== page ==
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Western Legends is the closest board game to Red Dead Redemption I've played, and it's getting a story-driven spin-off

Build up a town, Deadwood-style, with “permanent” changes based on your decisions.

Image credit: Kolossal Games

Western Legends is one of my favourite open-world board games, throwing players into a Wild West sandbox where they’re free to explore and earn fame - or infamy - however they like. You could become a revered bounty hunter, a feared cattle-rustling outlaw, a money-making gold prospector or even a poker star - or a mix of all of these and more.

The freedom and variety of Western Legends makes it the closest thing I’ve ever played to a Red Dead Redemption board game, with a simple yet entertaining morality system that means players on the side of the law can hunt down their rivals who decide to rack up a wanted level and a novel use of poker cards to both resolve shootouts and let you kick back and play cards in the saloon if you prefer.

Compared to Rockstar’s epic rootin’ and shootin’ video game and its sequel, Western Legends is a good bit more breezy - playing in under two hours - but it’s a still a rip-roaring tour through all the Wild West tropes you’d hope for. (While avoiding many of those best left in the 19th century.)

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Since designer Hervé Lemaître’s board game hits tables in 2018, it’s been followed by a number of expansions, adding new faces to its roster of playable historical figures - from Bass Reeves to Annie Oakley - and rules for the likes of travelling merchants, the chance to own properties and even a train to be heisted by the brave.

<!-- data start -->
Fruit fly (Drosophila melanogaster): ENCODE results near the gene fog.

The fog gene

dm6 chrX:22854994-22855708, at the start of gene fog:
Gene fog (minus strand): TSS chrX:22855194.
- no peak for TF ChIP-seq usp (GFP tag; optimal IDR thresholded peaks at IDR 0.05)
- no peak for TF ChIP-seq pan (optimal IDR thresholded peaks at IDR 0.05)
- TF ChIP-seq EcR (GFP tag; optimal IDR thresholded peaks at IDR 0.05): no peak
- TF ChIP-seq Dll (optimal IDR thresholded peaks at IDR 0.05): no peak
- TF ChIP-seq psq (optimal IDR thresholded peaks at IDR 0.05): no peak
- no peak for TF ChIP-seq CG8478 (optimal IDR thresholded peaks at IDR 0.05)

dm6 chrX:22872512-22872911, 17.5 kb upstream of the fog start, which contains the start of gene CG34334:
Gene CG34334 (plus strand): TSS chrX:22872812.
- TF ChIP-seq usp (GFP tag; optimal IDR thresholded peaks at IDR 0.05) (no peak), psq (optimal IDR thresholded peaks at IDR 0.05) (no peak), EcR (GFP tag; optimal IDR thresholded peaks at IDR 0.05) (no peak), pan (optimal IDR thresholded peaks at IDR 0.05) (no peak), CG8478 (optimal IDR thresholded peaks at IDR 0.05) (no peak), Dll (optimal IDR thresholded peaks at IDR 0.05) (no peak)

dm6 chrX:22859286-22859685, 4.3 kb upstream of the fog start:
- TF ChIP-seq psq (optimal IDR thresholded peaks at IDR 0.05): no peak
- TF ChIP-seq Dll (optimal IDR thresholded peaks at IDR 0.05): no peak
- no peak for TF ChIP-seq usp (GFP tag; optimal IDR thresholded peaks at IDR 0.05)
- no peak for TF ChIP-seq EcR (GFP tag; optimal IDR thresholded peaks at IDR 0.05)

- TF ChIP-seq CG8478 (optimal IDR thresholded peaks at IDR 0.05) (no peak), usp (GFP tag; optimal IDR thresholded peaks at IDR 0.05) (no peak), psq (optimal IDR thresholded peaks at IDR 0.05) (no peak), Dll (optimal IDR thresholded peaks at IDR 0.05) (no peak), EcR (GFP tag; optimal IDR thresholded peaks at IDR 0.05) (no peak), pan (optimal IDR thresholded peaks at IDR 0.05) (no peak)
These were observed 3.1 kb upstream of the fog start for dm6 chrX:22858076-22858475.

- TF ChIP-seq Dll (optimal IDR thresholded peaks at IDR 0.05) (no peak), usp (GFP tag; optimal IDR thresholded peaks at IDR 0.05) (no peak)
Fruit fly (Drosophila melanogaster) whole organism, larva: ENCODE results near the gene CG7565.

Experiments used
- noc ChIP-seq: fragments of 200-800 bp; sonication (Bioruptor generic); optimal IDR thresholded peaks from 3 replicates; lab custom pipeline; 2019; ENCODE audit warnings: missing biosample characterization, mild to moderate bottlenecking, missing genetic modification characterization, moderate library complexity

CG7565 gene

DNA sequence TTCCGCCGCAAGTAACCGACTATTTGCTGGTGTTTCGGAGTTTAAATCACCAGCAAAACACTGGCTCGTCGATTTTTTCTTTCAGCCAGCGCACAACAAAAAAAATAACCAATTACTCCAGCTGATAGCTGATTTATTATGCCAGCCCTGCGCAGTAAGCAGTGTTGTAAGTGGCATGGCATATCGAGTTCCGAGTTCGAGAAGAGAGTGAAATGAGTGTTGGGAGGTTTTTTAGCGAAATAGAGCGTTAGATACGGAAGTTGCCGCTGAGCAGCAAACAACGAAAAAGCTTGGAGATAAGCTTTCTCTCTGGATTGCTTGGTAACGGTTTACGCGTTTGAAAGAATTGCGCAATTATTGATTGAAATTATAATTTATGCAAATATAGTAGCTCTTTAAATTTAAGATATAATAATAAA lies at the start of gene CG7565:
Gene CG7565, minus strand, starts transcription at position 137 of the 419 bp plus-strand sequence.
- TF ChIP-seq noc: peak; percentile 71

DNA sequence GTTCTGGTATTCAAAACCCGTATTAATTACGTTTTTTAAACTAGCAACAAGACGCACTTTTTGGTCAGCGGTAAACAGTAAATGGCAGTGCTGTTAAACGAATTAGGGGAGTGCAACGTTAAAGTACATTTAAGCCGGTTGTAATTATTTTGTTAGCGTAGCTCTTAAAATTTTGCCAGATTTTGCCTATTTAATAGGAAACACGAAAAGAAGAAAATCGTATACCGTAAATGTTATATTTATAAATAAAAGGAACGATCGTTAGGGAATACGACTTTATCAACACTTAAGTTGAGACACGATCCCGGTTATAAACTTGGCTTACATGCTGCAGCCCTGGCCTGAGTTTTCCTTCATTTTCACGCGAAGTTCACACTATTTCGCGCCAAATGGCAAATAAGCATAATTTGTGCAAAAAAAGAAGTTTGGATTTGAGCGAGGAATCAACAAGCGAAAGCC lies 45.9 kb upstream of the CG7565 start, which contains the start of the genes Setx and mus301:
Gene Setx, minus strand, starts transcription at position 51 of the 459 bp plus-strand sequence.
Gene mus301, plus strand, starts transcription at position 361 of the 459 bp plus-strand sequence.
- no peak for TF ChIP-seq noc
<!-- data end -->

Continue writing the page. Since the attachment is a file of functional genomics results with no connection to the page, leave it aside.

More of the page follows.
Now, Lemaître and publisher Kolossal Games are following up the original Western Legends with a new standalone spin-off that looks to put more of a focus on its storytelling elements.

Western Legends Stories applies the open-world gameplay of its predecessor to a campaign told over six episodic scenarios, similar to other campaign-based legacy games such as Gloomhaven or Pandemic Legacy.

The campaign centres on an up-and-coming town on the American frontier, which players will build up from a small trading post to a bustling hub, Deadwood-style, as they play through each chapter. The campaign will seemingly follow a number of the settlement’s inhabitants, with players’ characters able to newly interact with NPCs and influence the town’s development throughout the story. The game will play with between two and five players, with each session expected to last between 90 minutes and three hours - so expect to finish the whole campaign in around 10 to 20 hours overall based on that.

Image credit: Kolossal Games

As well as the familiar wanted system, duels, robberies and mining found in Western Legends, Stories will introduce fresh mechanics for hunting and buildings, with Kolossal saying that - as with other legacy games - some of the players’ decisions during their adventures will result in “permanent” changes to the town and its surrounding landscape. (A teaser image shows a map spanning from snowy mountains to rivers and plains.) Exactly how permanent those changes will be, we’ll find out.

That’s about all we know for now, but I’m personally excited to see a full follow-up to Western Legends that seems to be playing with some ambitious ideas. We should hear more ahead of a planned Kickstarter campaign in Q3 this year, with a release expected in 2025.

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